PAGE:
Why do things catch on and become viral?

I was always curious about the way people make decisions as this could have a huge impact on the products I may be building or the content that I put out. In the past I read all the typical popular books claiming to offer a scientific deconstruction of human behaviour. "Contagious" by Jonah Berger, a Wharton professor of marketing, is my most recent read in this field of behavioral economics. Jonah's book is focusing on virality and promises to offer a theory of virality and to answer the million dollar question: "Why do things catch on?". He starts the book by acknowledging the influence books like "The Tipping Point" had on him, and he promises to advance the subject by providing scientific arguments rather than entertaining stories.

Reducing the individual decisions (which can include psychological, social or cognitive factors) to a few "scientifically" proven laws is an ambitious task to say the least. Unfortunately it is also a task that I fear Jonah has failed at with his book. Filled with fairly known business stories and not that many scientific studies, "Contagious" reads just like any other popular bestseller in the genre. The result is still an entertaining book that can offer a lot of value to the beginner business man.

Contagious proposes 6 laws that contribute to the mixture of an "infectious" idea or product. They are:

Social currency

Does sharing your message make people look good? Social currency refers to our need of being perceived as interesting by our peers. We are doing this by sharing stories that are out of the ordinary, like the $100 Philly cheese steak sandwich or interesting Snapple facts.

Another technique is to build gamification elements into the products themselves, like Foursquare famously did (the irony is that the company was doing much better when the book was published).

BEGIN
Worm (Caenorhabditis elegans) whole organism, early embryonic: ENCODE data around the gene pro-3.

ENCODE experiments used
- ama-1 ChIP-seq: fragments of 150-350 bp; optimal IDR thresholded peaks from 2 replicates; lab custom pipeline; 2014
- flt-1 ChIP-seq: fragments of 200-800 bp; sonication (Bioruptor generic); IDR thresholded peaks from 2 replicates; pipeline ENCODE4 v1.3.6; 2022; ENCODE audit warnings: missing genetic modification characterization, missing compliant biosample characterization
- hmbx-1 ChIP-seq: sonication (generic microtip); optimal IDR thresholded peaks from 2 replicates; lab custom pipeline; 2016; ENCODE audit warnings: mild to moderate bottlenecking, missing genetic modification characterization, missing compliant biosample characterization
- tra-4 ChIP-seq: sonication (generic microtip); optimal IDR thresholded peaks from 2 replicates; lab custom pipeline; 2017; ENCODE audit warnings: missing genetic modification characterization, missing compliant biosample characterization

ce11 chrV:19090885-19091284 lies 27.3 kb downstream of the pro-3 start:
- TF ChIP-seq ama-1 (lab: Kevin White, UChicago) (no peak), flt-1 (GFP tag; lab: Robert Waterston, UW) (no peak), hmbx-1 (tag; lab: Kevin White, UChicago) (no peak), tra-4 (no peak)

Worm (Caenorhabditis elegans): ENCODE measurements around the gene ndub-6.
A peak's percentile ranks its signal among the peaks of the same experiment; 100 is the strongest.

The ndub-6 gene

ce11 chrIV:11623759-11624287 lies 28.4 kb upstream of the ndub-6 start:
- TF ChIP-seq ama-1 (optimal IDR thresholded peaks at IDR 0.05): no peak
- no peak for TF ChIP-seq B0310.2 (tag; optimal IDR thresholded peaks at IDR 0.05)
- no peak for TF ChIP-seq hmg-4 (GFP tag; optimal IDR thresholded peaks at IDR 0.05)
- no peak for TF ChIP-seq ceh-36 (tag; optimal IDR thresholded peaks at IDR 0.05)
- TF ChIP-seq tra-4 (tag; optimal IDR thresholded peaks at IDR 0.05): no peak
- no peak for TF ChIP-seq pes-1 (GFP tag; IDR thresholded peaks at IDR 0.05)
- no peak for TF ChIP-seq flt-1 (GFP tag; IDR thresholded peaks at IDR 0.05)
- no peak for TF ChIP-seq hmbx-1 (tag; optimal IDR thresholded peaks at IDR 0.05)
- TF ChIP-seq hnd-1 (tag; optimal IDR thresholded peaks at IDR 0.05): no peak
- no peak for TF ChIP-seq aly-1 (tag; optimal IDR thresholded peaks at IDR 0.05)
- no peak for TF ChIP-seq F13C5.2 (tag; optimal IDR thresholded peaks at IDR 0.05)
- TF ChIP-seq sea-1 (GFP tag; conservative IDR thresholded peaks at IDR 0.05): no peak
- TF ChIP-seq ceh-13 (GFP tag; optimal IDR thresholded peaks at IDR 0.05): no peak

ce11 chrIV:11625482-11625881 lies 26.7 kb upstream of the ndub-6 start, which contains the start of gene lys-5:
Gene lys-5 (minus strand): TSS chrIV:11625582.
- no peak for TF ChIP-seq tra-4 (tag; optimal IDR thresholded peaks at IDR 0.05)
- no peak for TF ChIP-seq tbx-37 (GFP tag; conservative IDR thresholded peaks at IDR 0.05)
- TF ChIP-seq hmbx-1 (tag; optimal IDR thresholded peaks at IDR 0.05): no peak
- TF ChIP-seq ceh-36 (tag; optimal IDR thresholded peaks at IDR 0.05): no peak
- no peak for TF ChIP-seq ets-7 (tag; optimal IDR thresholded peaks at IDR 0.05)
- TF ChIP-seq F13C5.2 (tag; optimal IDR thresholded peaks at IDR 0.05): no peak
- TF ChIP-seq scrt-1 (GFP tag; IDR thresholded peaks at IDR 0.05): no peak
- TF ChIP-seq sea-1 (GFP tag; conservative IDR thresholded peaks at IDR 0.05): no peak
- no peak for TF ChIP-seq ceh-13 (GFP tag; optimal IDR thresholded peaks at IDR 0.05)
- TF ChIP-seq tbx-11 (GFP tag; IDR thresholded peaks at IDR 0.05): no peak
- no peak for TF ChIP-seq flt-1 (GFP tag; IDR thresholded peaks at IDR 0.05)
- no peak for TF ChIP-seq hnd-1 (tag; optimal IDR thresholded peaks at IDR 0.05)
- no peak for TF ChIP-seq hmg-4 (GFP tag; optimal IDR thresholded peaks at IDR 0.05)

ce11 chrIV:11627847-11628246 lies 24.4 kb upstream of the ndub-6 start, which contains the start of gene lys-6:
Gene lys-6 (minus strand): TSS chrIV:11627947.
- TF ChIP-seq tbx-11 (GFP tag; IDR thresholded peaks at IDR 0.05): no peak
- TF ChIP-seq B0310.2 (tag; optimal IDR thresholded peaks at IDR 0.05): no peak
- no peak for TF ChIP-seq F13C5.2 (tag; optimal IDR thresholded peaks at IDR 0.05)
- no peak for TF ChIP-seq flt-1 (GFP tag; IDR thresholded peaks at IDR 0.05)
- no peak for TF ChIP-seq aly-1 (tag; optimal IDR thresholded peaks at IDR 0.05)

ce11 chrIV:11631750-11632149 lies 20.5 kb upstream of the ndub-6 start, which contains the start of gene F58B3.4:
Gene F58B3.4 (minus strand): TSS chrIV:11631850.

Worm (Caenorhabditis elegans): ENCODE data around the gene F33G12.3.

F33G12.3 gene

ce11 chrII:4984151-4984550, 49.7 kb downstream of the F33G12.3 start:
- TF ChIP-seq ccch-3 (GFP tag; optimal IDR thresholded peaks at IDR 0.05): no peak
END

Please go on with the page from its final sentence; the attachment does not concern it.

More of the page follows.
Or one can try to make the consumers feel like insiders, by capitalizing on our innate attraction to secrets. Jonah illustrates this concept with Please Don't Tell, an exclusive bar hidden inside a hot dog 


Are you constantly reminding your users of the product? This principle is about piggybacking on existing patterns of usage. One example is that of Kit Kat, which turned around its sales decline by positioning the chocolate bar as the perfect complement to coffee. The hypothesis being that consumers would be infected with the idea to associate the chocolate bar with coffee consumption, which is one of the most popular habits.


Is your message emotional enough? Jonah spend a lot of time trying to understand what emotions make people to want to share something. It's this chapter that contains most of the details on the scientific method behind this book. He found that some emotions are more viral than others. He found out that most positive emotions (especially awe) but also negative emotions like anger or anxiety to be highly contagious. Sadness however is one emotion that unfolds in private and should be avoided.

Public or Social Proof

Can people see your clients using your products or services? Because nothing influences the buying decision more than being exposed to other people using a certain product. Emphasizing this led Steve Jobs to reverse the iconic Apple logo engraved on Macbooks from facing the user to facing the public.

Practical Value

Is it the information you are putting out there any useful? Because if it is people will be most likely to share it with their friends in need. Jonah points to a Vanguard newsletter packed with basic financial advice that he frequently forwards to friends.

Offering discounts is probably the most popular technique to build practicality in the value of the offering. However framing the discount in the right manner can make all the difference and to this extent we are being introduced about the rule of 100: If less than $100, the discount should be communicated the discount as a percentage (%). For products more expensive than $100 the discount gets more viral if presented as an absolute dollar value.


Are your facts wrapped in good stories? Because people don't remember any figures and tend to communicate through stories. Stories thus serve like a Trojan horse, being embraced and shared because of their memorability, but hiding the core message the company is interested in inside its belly. The story of the guy who lost a lot of weight by eating only Subway or the Will it Blend campaign are illustration of this point.

Contagious is a short book, easily digestible in a few hours. I recommend you pick if you want some hints for your next marketing campaign.

Do you have other virality patterns that you discovered in your work? Please share ....